My conclusions, which, I confess, are tentative and based mainly on studies of one kind of cell, the grasshopper neuroblast, may be summarized as follows.
The late prophase orientation of the chromosomes is a carry-over from the late telophase orientation. It is apparently maintained by means of the centromeres, which appear to be attached within a limited region of the nucleus throughout telophase, interphase, and prophase.
Metaphase orientation of the chromosomes may be explained as the resultant of two forces: a force involving the centromere and spindle, which is responsible for keeping the centromeres in the equatorial plane of the spindle, and a repulsion force involving the noncentromeric portion of the chromosomes, which results in a tendency toward uniform spacing of the chromosomes outside the spindle.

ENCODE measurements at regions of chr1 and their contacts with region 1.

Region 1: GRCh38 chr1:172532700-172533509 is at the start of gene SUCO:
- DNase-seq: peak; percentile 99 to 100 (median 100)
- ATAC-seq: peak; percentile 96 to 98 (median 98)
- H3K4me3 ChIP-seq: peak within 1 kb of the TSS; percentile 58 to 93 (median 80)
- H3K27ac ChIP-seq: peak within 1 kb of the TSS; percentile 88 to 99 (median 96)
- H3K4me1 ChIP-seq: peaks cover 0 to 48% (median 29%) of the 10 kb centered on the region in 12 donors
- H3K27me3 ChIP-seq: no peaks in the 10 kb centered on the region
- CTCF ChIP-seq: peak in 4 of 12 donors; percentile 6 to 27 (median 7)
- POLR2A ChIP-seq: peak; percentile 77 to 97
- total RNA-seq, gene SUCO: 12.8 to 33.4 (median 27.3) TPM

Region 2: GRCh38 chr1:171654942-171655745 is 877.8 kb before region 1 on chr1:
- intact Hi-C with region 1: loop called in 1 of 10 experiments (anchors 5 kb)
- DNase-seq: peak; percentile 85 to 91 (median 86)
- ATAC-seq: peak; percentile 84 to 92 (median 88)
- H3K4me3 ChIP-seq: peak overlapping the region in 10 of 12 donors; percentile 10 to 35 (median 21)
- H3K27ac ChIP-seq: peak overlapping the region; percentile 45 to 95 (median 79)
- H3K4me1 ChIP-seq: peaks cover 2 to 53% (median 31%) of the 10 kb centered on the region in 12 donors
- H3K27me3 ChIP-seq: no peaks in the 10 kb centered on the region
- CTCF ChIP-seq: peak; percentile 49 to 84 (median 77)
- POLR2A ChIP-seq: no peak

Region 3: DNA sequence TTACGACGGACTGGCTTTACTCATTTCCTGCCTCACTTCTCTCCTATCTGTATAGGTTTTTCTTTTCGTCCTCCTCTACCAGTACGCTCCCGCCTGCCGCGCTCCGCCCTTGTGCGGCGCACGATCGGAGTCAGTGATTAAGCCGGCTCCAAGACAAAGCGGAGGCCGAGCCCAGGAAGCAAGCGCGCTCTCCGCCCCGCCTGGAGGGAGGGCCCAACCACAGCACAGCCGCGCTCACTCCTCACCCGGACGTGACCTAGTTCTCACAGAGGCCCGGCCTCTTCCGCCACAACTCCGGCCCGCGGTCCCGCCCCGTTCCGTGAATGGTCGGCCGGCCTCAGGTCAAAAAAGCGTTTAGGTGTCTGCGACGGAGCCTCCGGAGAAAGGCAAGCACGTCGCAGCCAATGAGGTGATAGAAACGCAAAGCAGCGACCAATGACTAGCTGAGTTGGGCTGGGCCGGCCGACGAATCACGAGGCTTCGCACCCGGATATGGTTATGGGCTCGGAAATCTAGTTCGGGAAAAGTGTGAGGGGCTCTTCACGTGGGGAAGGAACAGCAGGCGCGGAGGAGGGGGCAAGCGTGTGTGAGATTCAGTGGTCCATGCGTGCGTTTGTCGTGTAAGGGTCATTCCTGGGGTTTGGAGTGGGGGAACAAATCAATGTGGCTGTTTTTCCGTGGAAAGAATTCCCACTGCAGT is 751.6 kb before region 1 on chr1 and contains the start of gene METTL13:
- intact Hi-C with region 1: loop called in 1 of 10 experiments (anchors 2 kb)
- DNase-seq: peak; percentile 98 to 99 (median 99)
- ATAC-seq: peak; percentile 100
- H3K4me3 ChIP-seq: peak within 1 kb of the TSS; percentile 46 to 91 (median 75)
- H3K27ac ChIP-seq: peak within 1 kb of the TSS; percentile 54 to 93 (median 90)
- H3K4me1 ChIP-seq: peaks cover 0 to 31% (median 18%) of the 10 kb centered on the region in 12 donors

Anaphase separation of sister chromatids and their subsequent movement toward the poles of the spindle involves at least four distinct phases: (i) the initial poleward movement of the centromeres, which may be due to intrinsic repulsion or to a force acting between spindle and centromeres that produces an angle of almost 90 degrees between the separated and unseparated portions of the chromatids; (ii) the autonomous separation of the noncentromeric part of the chromosome; (iii) elongation of the spindle, beginning just after the sister chromatids are separated proximally and ending when the longer chromatids are about to lose contact distally; and (iv) the later movement apart of the daughter chromosomes, probably resulting from a pushing force exerted by elongation of the interzonal fibers.